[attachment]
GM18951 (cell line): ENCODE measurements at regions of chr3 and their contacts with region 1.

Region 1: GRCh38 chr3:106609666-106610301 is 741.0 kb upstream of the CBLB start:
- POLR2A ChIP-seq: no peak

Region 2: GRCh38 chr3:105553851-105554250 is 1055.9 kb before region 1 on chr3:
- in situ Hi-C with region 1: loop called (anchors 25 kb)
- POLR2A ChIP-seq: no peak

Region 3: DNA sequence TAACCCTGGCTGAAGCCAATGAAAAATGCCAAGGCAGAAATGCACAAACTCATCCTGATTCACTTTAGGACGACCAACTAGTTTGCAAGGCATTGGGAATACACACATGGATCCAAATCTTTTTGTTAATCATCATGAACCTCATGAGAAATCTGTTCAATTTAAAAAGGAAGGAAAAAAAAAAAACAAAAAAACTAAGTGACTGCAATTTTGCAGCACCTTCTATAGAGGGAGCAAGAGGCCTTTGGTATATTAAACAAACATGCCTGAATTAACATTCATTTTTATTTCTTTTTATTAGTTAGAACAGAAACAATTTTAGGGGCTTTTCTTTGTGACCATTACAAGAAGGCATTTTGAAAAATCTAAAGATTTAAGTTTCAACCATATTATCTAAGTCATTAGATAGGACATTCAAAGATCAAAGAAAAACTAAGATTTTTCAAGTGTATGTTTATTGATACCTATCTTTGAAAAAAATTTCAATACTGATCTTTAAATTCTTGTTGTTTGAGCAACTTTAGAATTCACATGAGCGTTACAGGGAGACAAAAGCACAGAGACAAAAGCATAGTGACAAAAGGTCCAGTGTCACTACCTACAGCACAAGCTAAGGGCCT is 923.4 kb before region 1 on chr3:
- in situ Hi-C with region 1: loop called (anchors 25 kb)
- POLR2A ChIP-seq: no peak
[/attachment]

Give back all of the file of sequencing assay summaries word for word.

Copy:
GM18951 (cell line): ENCODE measurements at regions of chr3 and their contacts with region 1.

Region 1: GRCh38 chr3:106609666-106610301 is 741.0 kb upstream of the CBLB start:
- POLR2A ChIP-seq: no peak

Region 2: GRCh38 chr3:105553851-105554250 is 1055.9 kb before region 1 on chr3:
- in situ Hi-C with region 1: loop called (anchors 25 kb)
- POLR2A ChIP-seq: no peak

Region 3: DNA sequence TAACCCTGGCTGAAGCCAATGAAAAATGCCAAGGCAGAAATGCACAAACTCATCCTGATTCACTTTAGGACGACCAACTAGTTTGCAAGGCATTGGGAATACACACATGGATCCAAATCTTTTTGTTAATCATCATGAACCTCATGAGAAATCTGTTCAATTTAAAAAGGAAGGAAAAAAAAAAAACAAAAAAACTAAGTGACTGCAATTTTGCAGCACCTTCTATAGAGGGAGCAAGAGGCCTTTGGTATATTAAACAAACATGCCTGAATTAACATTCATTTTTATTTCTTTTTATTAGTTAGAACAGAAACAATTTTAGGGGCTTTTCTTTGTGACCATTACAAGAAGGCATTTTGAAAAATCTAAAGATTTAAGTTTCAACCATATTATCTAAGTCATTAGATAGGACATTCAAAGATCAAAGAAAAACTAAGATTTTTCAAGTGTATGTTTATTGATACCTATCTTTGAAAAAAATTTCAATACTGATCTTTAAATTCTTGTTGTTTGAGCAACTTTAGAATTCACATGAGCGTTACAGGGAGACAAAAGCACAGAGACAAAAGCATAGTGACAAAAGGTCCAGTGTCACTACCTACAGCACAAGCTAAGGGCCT is 923.4 kb before region 1 on chr3:
- in situ Hi-C with region 1: loop called (anchors 25 kb)
- POLR2A ChIP-seq: no peak